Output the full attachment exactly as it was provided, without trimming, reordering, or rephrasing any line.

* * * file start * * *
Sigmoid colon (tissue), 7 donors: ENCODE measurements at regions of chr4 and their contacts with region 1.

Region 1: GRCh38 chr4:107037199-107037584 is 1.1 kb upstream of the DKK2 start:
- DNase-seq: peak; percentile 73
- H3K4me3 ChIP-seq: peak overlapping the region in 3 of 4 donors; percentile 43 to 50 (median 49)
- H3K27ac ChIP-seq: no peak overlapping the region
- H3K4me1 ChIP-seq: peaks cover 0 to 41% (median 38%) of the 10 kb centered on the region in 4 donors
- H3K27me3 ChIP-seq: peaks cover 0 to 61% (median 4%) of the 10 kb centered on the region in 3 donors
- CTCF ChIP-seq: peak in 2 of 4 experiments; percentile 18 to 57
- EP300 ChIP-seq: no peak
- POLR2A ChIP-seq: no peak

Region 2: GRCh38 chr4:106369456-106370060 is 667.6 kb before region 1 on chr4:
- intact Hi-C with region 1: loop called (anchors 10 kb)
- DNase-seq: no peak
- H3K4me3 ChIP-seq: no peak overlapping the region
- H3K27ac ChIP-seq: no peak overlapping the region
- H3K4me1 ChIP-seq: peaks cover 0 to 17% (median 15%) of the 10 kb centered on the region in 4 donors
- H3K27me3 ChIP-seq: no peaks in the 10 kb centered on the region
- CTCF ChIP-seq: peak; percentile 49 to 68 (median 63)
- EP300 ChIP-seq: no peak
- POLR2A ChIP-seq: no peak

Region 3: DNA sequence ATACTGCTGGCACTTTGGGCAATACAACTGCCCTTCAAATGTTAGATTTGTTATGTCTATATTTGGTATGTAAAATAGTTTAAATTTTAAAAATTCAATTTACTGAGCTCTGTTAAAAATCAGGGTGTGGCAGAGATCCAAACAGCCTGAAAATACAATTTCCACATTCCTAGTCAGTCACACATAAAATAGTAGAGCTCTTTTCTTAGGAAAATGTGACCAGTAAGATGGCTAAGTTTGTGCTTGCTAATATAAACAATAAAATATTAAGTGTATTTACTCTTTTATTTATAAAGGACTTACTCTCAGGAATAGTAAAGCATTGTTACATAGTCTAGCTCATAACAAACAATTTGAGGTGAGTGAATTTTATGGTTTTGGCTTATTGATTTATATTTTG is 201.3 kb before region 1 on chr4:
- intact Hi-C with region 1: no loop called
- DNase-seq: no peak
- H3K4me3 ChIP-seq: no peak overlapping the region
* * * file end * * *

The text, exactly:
Sigmoid colon (tissue), 7 donors: ENCODE measurements at regions of chr4 and their contacts with region 1.

Region 1: GRCh38 chr4:107037199-107037584 is 1.1 kb upstream of the DKK2 start:
- DNase-seq: peak; percentile 73
- H3K4me3 ChIP-seq: peak overlapping the region in 3 of 4 donors; percentile 43 to 50 (median 49)
- H3K27ac ChIP-seq: no peak overlapping the region
- H3K4me1 ChIP-seq: peaks cover 0 to 41% (median 38%) of the 10 kb centered on the region in 4 donors
- H3K27me3 ChIP-seq: peaks cover 0 to 61% (median 4%) of the 10 kb centered on the region in 3 donors
- CTCF ChIP-seq: peak in 2 of 4 experiments; percentile 18 to 57
- EP300 ChIP-seq: no peak
- POLR2A ChIP-seq: no peak

Region 2: GRCh38 chr4:106369456-106370060 is 667.6 kb before region 1 on chr4:
- intact Hi-C with region 1: loop called (anchors 10 kb)
- DNase-seq: no peak
- H3K4me3 ChIP-seq: no peak overlapping the region
- H3K27ac ChIP-seq: no peak overlapping the region
- H3K4me1 ChIP-seq: peaks cover 0 to 17% (median 15%) of the 10 kb centered on the region in 4 donors
- H3K27me3 ChIP-seq: no peaks in the 10 kb centered on the region
- CTCF ChIP-seq: peak; percentile 49 to 68 (median 63)
- EP300 ChIP-seq: no peak
- POLR2A ChIP-seq: no peak

Region 3: DNA sequence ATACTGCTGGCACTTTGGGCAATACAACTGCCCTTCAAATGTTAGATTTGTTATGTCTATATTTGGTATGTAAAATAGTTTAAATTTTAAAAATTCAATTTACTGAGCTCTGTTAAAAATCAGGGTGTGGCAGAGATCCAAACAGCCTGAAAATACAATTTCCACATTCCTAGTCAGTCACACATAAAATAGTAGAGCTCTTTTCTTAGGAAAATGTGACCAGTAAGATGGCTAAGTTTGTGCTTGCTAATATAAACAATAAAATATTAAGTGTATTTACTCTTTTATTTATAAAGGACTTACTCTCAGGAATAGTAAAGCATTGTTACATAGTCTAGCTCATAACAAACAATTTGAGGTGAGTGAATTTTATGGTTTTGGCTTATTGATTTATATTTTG is 201.3 kb before region 1 on chr4:
- intact Hi-C with region 1: no loop called
- DNase-seq: no peak
- H3K4me3 ChIP-seq: no peak overlapping the region